I’ll admit it: I’m a planner. I prefer to be on time, prepared and as in control as possible in this otherwise out-of-control world.
So it’s no surprise that I started sizing up this empty nest thing a couple of years ago, quizzing parents who had lived through it, eye-balling the occasional blog post on the topic, and partaking in impromptu therapy sessions over drinks with friends. I even started a mental list of all the exciting possibilities that would unfold upon entering the empty nest. I had a plan and I was prepared.
However, two months into life as an empty nester, I’m here to tell you that my plan has failed. Home is not the Zen-like, foot-loose-and-fancy-free environment I had envisioned. I didn’t turn that upstairs room into an art studio and we haven’t had a single party. Heck, no one’s even come over for a burger. Our home has gone from a vibrant, bustling center of activity to some sort of strange haunted house. The quiet is creepy, the level of cleanliness unnerving, and I wander around like a restless spirit, vacillating between Netflix and my library book.
What went wrong? Misguided planning. Learn from my mistakes and consider the following advice in order to develop a new and improved plan for your empty nest.
1. Expect to miss your kids. I think I was led astray by those parents who said they popped open the champagne when their final child left for college. I was actually terribly sad (my husband was even worse) and I felt like there must be something wrong with me. Since then, I’ve read several great articles that explained why it’s actually OK to grieve when your kids leave the house, one of my favorites being from Rob Lowe. This gave me great relief—I mean, if Rob Lowe could be a mess, so could I.
2. Fight for your right…to do nothing. I found myself getting anxious about the fact that I was doing absolutely nothing with my new-found free time. But then I had an epiphany and realized there’s nothing wrong with lying low, vegging out, binge watching, or spending Saturday night under the covers with a good read. For crying out loud, as parents, we’ve been running at a break-neck pace for the last 20 years, so maybe finally coming to a full stop – and staying there for a bit – is a really healthy thing to do.
3. Find your way back into the community. I was never in the running for PTO mom of the year, so I never - EVER - expected to miss the school community. While volunteering and attending school functions was not my favorite thing, I was steadfast about it anyway, and now here I am missing it. You see, not only do your kids go away, so does the whole fabric of people and activities that went along with them. So make sure you set up some small way to stay connected to the community. One mom I know said she fully anticipated feeling this way and took the necessary steps to become an elementary school mentor while her youngest was a senior in high school. Now there’s a planner.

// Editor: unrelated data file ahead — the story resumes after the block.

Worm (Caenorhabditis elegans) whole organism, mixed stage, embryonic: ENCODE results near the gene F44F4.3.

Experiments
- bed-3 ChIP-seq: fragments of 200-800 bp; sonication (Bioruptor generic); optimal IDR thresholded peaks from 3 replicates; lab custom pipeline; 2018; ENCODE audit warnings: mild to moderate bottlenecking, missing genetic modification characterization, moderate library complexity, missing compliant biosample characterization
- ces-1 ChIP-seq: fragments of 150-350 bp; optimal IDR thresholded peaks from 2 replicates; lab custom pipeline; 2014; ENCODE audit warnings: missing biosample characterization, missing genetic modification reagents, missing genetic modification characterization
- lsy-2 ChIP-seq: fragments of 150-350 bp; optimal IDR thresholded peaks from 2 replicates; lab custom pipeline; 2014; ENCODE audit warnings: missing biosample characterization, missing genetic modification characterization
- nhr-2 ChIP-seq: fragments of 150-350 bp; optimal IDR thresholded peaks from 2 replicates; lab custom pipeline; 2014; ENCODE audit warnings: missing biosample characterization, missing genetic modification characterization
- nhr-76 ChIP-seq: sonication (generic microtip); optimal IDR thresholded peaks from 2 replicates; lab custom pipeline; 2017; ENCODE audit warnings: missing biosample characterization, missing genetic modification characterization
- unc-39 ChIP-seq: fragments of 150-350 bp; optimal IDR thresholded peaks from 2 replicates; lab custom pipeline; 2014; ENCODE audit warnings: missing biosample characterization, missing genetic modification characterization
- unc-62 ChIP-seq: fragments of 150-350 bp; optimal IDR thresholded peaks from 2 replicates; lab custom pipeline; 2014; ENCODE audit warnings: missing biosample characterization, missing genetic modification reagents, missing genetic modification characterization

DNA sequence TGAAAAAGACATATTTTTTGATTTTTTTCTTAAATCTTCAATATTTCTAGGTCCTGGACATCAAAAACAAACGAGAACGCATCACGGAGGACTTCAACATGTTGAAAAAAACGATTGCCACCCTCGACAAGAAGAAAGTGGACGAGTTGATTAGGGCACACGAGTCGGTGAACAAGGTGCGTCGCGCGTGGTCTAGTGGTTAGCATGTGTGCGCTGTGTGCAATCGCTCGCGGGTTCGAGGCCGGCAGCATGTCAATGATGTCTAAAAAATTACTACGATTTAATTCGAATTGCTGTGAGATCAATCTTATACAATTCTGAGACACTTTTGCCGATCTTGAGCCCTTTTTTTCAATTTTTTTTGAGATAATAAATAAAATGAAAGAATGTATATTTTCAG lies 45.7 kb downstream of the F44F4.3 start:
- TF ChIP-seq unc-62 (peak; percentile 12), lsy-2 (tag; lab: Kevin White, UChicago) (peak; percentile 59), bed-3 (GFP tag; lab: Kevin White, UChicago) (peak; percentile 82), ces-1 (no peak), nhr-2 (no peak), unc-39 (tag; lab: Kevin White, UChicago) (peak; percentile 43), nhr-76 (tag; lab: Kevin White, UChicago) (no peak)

4. Let mess happen. One of the things I’d been looking forward to for a long time was restoring order and organization to my home once the kids were out. It was my standard jokey line when people asked how I was feeling about my impending empty nest: “Hey, at least the house will be clean!” Wrong again. In reality, a too-clean house is depressing. You need to see signs of life, so leave the dishes in the sink until morning and let your husband leave his shoes in the middle of the living room. Trust me, it’s a good thing.
5. Spread out. Remember that finished basement or attic room you invested in so your kids had a place to hang out with their friends? Guess what, those are your rooms, too. Leaving them uninhabited and squeaky clean turns them into stark reminders of your kids’ absence. So let your hair down and go watch Game of Thrones in their space. Start living in your entire house and the empty nest won’t seem quite as empty anymore.
Above all, go easy on yourself. The empty nest transition is truly an individual experience, so take the time to sort through it and find what works for you. By that time, everyone will be home for the holidays and you’ll happily return to the familiar comforts of noise, stress and exhaustion once again.
Maria Patterson is RISMedia's Executive Editor.